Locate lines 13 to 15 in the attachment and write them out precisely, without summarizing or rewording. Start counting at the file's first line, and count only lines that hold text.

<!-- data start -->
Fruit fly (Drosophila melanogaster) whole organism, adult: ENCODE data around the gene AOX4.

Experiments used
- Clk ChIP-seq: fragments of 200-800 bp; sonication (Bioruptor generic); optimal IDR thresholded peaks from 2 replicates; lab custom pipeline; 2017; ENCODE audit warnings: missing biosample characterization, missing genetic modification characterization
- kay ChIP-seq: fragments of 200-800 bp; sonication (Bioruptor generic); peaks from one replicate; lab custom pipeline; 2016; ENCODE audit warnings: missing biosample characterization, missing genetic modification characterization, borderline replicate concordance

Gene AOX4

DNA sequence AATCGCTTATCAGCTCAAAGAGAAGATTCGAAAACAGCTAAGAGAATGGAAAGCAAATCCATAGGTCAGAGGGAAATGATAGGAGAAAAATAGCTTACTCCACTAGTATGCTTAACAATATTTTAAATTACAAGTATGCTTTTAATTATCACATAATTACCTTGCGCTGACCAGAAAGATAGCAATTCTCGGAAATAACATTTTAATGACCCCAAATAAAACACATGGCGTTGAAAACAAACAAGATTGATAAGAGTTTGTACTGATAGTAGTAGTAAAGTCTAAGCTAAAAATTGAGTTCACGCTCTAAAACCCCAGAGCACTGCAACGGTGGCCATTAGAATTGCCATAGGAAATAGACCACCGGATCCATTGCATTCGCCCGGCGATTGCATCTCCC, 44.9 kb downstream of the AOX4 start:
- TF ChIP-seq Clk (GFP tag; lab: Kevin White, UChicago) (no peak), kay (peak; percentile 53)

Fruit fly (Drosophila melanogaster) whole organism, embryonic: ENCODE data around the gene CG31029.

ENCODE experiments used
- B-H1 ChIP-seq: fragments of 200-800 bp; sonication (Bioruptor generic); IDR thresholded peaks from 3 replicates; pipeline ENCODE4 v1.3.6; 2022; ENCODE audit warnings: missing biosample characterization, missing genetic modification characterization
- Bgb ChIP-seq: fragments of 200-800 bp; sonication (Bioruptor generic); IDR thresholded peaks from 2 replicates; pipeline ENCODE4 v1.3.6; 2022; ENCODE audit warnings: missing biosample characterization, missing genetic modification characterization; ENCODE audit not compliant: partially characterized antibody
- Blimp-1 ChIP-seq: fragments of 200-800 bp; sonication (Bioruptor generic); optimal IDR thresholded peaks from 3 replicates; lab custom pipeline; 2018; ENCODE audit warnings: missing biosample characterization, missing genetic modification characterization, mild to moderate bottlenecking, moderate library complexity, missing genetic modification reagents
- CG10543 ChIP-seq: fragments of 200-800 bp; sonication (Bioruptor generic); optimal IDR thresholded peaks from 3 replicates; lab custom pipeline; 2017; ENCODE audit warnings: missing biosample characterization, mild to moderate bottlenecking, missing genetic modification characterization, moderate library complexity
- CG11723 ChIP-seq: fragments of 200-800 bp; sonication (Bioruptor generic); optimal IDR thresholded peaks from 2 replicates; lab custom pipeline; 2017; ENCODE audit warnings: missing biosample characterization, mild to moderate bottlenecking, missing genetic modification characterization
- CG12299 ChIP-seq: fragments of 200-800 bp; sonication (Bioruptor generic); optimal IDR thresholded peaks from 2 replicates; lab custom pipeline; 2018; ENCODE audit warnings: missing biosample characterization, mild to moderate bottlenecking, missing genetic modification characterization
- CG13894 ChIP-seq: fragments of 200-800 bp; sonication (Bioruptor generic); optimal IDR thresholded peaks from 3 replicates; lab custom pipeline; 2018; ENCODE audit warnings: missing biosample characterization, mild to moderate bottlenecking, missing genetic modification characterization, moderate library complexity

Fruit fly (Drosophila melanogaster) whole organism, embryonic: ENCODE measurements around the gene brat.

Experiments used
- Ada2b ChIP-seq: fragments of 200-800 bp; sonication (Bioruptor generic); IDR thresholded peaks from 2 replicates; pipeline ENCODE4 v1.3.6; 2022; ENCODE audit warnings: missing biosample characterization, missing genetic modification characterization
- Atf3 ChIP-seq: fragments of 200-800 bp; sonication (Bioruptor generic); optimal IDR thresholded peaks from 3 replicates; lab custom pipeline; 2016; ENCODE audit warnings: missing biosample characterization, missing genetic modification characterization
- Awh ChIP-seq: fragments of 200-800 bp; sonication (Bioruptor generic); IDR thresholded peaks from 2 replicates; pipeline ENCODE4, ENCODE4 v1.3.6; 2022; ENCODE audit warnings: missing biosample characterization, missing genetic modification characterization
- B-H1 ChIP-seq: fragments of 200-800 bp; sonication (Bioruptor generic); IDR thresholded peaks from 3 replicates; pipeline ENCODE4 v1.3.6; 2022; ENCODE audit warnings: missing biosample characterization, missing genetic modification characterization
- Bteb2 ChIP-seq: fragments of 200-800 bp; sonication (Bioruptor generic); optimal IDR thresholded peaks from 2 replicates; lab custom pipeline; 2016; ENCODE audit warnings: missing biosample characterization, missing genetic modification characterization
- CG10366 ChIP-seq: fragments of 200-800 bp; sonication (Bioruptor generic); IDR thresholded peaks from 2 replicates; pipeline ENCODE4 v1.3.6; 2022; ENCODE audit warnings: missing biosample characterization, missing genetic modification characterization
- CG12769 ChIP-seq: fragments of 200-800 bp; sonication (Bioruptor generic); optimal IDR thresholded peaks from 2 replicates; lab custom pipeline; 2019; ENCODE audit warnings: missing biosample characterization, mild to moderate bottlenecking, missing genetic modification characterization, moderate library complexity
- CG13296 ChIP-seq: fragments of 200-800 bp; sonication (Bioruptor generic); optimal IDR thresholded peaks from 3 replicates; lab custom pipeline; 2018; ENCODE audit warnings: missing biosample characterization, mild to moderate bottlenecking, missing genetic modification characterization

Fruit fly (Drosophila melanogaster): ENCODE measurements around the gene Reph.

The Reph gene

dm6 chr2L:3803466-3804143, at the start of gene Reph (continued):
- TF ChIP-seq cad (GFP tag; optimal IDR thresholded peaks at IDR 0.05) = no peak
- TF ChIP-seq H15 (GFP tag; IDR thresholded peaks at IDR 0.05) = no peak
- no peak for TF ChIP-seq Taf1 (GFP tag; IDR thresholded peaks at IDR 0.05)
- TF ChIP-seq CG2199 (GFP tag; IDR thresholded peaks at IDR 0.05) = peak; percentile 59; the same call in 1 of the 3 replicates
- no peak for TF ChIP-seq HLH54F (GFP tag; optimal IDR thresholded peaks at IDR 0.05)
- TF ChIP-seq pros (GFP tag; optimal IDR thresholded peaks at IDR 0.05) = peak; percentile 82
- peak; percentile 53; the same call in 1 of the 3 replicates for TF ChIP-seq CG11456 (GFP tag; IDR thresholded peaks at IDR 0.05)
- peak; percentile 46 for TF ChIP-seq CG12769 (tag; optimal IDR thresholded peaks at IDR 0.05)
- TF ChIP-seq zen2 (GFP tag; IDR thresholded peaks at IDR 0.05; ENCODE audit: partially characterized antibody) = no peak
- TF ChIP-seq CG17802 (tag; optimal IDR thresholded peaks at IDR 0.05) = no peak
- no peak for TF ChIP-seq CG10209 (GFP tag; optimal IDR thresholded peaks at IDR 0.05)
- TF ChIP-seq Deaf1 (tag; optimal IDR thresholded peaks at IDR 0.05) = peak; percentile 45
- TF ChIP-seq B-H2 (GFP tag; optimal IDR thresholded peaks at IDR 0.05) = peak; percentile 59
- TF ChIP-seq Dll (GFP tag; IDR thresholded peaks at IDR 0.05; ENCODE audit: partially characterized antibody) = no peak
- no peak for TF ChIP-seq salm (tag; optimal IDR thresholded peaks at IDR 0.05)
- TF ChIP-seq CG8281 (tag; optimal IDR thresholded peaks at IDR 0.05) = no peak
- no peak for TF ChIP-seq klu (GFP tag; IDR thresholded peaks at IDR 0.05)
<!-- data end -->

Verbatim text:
- CG10543 ChIP-seq: fragments of 200-800 bp; sonication (Bioruptor generic); optimal IDR thresholded peaks from 3 replicates; lab custom pipeline; 2017; ENCODE audit warnings: missing biosample characterization, mild to moderate bottlenecking, missing genetic modification characterization, moderate library complexity
- CG11723 ChIP-seq: fragments of 200-800 bp; sonication (Bioruptor generic); optimal IDR thresholded peaks from 2 replicates; lab custom pipeline; 2017; ENCODE audit warnings: missing biosample characterization, mild to moderate bottlenecking, missing genetic modification characterization
- CG12299 ChIP-seq: fragments of 200-800 bp; sonication (Bioruptor generic); optimal IDR thresholded peaks from 2 replicates; lab custom pipeline; 2018; ENCODE audit warnings: missing biosample characterization, mild to moderate bottlenecking, missing genetic modification characterization